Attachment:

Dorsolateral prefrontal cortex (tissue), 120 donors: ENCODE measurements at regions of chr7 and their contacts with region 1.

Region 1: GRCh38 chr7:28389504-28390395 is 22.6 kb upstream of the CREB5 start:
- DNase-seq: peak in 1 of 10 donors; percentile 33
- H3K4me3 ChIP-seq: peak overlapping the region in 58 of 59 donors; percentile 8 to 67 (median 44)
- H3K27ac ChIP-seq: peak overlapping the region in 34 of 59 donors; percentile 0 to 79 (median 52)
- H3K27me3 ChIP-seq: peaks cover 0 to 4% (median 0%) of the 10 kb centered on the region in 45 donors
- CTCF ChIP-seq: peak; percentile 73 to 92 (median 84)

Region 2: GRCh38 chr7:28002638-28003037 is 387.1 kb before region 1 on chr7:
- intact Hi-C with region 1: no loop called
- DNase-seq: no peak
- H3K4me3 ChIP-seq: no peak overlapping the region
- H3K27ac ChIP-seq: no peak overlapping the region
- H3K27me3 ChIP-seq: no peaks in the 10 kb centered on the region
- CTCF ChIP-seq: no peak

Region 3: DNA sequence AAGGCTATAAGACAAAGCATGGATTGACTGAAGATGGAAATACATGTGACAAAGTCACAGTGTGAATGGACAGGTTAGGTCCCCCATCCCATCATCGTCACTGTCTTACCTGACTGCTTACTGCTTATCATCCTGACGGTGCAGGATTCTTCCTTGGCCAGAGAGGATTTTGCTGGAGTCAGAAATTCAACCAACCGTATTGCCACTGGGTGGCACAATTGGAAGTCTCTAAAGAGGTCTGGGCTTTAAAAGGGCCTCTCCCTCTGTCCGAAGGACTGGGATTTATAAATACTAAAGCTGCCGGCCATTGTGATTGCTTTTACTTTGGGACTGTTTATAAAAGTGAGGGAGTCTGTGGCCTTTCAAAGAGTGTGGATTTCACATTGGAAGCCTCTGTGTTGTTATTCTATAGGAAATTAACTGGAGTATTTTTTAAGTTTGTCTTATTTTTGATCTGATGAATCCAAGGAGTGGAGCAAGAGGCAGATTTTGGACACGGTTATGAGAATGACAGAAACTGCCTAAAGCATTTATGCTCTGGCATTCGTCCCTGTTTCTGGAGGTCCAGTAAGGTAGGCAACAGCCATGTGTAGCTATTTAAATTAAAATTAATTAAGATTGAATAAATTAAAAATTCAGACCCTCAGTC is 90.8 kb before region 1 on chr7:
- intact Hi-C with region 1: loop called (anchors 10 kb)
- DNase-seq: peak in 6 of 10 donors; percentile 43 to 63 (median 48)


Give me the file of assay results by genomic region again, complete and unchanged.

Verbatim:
Dorsolateral prefrontal cortex (tissue), 120 donors: ENCODE measurements at regions of chr7 and their contacts with region 1.

Region 1: GRCh38 chr7:28389504-28390395 is 22.6 kb upstream of the CREB5 start:
- DNase-seq: peak in 1 of 10 donors; percentile 33
- H3K4me3 ChIP-seq: peak overlapping the region in 58 of 59 donors; percentile 8 to 67 (median 44)
- H3K27ac ChIP-seq: peak overlapping the region in 34 of 59 donors; percentile 0 to 79 (median 52)
- H3K27me3 ChIP-seq: peaks cover 0 to 4% (median 0%) of the 10 kb centered on the region in 45 donors
- CTCF ChIP-seq: peak; percentile 73 to 92 (median 84)

Region 2: GRCh38 chr7:28002638-28003037 is 387.1 kb before region 1 on chr7:
- intact Hi-C with region 1: no loop called
- DNase-seq: no peak
- H3K4me3 ChIP-seq: no peak overlapping the region
- H3K27ac ChIP-seq: no peak overlapping the region
- H3K27me3 ChIP-seq: no peaks in the 10 kb centered on the region
- CTCF ChIP-seq: no peak

Region 3: DNA sequence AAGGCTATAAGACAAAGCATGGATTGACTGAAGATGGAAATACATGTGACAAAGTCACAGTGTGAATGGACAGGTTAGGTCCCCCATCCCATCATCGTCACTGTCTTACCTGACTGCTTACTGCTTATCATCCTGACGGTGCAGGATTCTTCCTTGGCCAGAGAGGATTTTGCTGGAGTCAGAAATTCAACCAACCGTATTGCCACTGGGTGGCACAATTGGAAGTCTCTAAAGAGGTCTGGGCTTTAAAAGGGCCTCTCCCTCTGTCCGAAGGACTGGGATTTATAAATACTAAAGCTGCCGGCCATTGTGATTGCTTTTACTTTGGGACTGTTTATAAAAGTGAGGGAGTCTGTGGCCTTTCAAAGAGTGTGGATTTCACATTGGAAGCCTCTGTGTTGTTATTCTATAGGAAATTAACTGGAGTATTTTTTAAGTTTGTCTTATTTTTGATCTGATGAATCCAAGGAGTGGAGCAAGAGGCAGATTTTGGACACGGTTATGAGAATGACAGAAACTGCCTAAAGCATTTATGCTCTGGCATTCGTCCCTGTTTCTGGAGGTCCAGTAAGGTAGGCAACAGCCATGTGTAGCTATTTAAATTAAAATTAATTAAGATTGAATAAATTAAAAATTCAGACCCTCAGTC is 90.8 kb before region 1 on chr7:
- intact Hi-C with region 1: loop called (anchors 10 kb)
- DNase-seq: peak in 6 of 10 donors; percentile 43 to 63 (median 48)